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Working cache invalidation

  1. Designing a working solution
    1. Working cache invalidation
  2. Modeling
  3. Verification
  4. Retrospective

Designing a working solution

We need to account for inflight cache fill requests. Let’s remind ourselves what we know about them:

  • They are triggered in response to a read request.
  • They happen synchronously or at least near realtime so a response can be sent back to the client.

From a design perspective, then, we can set certain parameters:

  • No key corresponding to an inflight request will be evicted, as it is needed to respond to an active request. Therefore the key belongs in the cache.
  • We should process invalidation messages for keys corresponding to inflight requests. We know the key will be added to the cache soon, so it may be relevant.

Working cache invalidation

WriterWriterDatabaseDatabaseCache Invalidation QueueCache Invalidation QueueCacheCacheUpdates dataAdds updated key andversioned data to queuePolls queueReturns invalidation itemalt[Key not in Cache]Does nothingalt[Key in cache fill requests]Adds key and data frominvalidation message to cachealt[Key in Cache]Does nothingalt[Cache data olderthan invalidation]Replaces old versionwith data from message


We do have one modeling consideration. We mentioned that keys could be evicted at any time, which accounted for server crashes as well as caching policy. We can model a server crash as a cache fill failure followed by an eviction. Therefore, we can already account for this scenario without needing to extend our current model.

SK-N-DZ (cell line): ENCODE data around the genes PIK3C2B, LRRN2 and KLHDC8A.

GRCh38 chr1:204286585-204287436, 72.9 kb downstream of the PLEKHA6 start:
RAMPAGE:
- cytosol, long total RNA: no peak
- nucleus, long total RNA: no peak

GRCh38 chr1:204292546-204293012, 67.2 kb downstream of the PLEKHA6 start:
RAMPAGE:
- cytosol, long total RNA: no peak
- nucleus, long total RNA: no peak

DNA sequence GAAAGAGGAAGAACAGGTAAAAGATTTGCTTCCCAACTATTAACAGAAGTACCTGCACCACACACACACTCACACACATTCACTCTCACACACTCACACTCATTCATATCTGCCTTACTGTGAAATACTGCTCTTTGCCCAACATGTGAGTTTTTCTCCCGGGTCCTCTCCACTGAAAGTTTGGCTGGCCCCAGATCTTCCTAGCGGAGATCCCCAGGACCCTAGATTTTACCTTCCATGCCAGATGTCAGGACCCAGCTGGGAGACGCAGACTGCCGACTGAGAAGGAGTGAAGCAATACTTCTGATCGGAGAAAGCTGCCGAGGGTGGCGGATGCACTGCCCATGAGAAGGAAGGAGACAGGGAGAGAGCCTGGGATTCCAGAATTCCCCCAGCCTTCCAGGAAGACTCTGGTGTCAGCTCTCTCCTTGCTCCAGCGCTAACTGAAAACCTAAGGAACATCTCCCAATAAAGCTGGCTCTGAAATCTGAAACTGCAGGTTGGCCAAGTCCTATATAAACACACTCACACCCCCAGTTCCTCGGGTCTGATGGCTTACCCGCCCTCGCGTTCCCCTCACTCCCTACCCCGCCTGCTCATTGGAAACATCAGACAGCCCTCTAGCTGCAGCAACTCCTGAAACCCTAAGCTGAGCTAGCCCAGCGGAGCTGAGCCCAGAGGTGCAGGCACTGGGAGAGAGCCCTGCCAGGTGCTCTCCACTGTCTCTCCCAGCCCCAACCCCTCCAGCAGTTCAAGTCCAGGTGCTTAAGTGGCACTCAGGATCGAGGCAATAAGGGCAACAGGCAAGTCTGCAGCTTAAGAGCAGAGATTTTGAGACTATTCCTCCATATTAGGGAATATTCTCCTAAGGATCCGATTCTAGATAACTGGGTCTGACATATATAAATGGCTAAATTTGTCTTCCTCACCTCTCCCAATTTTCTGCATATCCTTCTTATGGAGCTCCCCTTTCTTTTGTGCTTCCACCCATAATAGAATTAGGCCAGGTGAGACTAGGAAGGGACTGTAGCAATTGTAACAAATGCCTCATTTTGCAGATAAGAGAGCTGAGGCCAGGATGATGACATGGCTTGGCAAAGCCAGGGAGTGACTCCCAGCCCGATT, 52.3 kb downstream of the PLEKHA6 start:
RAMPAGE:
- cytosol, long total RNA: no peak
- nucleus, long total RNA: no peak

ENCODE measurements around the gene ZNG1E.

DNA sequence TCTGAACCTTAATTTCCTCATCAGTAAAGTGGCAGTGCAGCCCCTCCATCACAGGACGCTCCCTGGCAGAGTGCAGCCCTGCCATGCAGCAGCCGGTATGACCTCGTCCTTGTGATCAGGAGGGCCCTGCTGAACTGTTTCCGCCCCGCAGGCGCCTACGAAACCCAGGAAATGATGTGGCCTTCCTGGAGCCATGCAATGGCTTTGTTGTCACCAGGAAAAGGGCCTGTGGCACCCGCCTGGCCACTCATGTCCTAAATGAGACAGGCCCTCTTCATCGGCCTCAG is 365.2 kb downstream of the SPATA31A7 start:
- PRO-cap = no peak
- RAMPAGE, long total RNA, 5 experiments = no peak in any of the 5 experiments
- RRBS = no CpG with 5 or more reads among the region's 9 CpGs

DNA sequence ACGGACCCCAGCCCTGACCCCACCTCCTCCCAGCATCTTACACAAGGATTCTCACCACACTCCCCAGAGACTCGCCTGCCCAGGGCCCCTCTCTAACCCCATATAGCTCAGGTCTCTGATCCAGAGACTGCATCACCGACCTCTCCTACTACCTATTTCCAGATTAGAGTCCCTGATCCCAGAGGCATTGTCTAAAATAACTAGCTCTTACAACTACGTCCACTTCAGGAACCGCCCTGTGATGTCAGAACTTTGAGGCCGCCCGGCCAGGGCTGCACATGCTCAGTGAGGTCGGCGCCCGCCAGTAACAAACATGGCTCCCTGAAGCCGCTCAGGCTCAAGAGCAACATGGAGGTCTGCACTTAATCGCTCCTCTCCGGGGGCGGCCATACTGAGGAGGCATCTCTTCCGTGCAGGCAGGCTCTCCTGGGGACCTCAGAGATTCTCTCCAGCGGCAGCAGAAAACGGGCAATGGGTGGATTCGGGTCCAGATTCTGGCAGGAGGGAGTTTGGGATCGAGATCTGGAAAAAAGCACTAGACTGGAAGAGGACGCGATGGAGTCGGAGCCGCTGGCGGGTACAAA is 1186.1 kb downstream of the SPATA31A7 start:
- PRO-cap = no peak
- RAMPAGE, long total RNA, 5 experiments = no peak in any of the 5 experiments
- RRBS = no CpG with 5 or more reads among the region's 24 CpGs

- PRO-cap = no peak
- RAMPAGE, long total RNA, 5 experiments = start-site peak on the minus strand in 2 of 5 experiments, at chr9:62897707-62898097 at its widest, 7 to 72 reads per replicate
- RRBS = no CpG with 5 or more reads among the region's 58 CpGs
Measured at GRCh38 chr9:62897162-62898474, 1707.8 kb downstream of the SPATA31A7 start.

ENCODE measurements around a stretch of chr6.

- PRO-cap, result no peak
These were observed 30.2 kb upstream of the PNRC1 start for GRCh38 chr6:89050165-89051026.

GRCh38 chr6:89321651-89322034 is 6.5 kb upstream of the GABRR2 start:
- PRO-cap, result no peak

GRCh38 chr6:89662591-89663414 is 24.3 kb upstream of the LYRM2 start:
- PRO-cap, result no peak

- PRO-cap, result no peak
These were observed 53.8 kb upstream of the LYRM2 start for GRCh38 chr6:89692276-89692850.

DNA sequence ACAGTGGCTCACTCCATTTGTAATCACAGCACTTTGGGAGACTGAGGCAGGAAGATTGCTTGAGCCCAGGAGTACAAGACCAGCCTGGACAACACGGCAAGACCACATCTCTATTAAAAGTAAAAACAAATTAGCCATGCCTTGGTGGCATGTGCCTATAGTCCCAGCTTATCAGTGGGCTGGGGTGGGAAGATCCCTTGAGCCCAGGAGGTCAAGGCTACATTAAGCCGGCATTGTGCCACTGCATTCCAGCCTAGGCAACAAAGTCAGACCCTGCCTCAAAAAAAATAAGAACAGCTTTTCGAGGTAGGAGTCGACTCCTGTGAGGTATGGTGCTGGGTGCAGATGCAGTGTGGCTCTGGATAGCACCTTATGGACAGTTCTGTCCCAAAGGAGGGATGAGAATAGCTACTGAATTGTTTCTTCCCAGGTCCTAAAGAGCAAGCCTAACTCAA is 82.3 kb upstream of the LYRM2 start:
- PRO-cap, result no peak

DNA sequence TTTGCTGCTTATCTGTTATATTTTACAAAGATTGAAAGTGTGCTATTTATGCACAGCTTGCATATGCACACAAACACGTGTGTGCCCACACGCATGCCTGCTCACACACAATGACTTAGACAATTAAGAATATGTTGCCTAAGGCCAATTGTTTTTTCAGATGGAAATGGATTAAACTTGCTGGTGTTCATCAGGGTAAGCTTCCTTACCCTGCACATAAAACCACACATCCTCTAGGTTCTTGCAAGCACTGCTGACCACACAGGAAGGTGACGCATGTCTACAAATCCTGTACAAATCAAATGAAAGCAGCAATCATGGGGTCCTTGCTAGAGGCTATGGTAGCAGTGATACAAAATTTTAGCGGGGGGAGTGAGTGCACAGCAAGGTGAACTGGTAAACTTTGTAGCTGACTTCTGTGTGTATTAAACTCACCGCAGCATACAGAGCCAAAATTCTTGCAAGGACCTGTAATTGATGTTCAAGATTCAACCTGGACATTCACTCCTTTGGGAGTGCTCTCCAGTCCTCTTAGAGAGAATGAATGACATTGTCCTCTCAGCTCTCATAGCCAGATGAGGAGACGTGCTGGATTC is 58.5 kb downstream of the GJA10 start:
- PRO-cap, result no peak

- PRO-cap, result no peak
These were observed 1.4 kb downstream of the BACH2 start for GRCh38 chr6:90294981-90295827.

Show Code Show LaTex
----------------------------- MODULE cacheinvalidationv3 -----------------------------

CacheHandleInvalidationMessage == 
    /\ \E message \in invalidationQueue: 
        /\ \/ /\ cache[message.key] \in CacheHit
              \* Message needs to be newer than the cache
              /\ cache[message.key].version < message.version
           \* Or not in the cache, but with a pending fill request
           \/ /\ cache[message.key] \in CacheMiss
              /\ cacheFillStates[message.key].state # "inactive"
        \* Update item in cache
        /\ cache' = [cache EXCEPT 
                        ![message.key] = [
                            type |-> "hit",
                            \* Update to version in invalidation message
                            version |-> message.version
        \* Remove message from queue because handled
        /\ invalidationQueue' = invalidationQueue \ {message}

    /\ UNCHANGED <<cacheFillStates, database, counter>>

CacheIgnoreInvalidationMessage == 
    /\ \E message \in invalidationQueue: \* Dequeue invalidation queue in any order
        \* Ignore invalidation messages for messages not in cache
        /\ \/ /\ cache[message.key] \in CacheMiss
              \* and a fill is not occurring
              /\ cacheFillStates[message.key].state = "inactive"
           \* Or when the cache already has the same or larger version
           \/ /\ cache[message.key] \notin CacheMiss
              /\ cache[message.key].version >= message.version